Abstract and Introduction
Sleep is critical to brain health at any age, but especially for the high-risk newborn. Protecting it is a challenge in the NICU for many reasons — babies are almost always asleep, it is difficult to tell what stage of sleep they are in, and many sources of sleep disruption in the NICU are not entirely preventable. Sleep usually occurs as part of a circadian rhythm at other ages, but high-risk newborns do not exhibit circadian rhythmicity and the NICU environment is not conducive to developing one. Both structural and operational strategies to protect sleep and its beneficial effects on the brain are outlined. Increased parental interaction with the baby may be the best way to reduce noxious stimuli and provide nurturing stimuli while supporting sleep.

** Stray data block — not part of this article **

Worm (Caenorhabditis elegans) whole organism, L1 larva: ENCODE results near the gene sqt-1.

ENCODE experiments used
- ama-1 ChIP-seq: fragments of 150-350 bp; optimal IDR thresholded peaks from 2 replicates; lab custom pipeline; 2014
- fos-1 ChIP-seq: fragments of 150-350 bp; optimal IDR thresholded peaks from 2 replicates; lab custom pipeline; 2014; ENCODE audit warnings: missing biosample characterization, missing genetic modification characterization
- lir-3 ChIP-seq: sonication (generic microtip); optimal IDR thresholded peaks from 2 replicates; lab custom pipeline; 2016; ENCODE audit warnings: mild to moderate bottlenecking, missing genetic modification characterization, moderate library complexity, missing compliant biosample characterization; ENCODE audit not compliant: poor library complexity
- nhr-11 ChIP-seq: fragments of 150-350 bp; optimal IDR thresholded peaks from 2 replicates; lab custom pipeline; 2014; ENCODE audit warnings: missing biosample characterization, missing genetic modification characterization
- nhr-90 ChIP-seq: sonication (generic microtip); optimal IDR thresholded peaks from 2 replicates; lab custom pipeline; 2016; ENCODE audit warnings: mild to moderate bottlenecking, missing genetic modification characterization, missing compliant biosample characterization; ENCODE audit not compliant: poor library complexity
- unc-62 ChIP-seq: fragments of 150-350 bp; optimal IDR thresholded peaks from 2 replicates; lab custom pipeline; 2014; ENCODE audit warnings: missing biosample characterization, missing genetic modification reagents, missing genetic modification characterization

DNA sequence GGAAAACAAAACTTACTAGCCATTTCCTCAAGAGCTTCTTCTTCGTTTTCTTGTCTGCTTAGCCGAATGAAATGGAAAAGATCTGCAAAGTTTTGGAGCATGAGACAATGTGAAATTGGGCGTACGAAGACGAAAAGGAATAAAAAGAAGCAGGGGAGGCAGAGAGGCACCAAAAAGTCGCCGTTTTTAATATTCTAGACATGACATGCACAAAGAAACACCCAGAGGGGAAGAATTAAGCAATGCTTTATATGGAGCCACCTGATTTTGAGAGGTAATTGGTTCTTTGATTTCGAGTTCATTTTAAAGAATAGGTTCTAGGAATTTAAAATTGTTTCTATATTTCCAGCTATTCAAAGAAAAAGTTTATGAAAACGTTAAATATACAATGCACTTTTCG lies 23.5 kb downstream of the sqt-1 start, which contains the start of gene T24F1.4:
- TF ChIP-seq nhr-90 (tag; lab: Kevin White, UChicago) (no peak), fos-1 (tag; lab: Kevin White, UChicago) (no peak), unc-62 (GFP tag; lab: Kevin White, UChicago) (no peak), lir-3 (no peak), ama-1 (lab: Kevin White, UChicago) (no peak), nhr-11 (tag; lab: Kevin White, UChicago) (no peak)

Sleep is one of medicine's most powerful allies. It is critical to brain health at every age. Sleep deprivation is especially hazardous to brain function when the individual is under stress, such as from illness. It is probably no coincidence that the normal amount of sleep per day during the lifespan is roughly proportionate to the velocity of brain growth and development; both are at their highest level in the earliest stages of infancy. From these observations, it should be evident that at no point in life is protecting sleep more important than in the high-risk preterm infant. In spite of this, few NICUs have the operational or technological capacity to observe or document sleep stages in their patients, resulting in inadvertent but frequent interruption of sleep in these highest-risk babies.
NAINR. 2015;15(3):114-115. © 2015 Elsevier Science, Inc.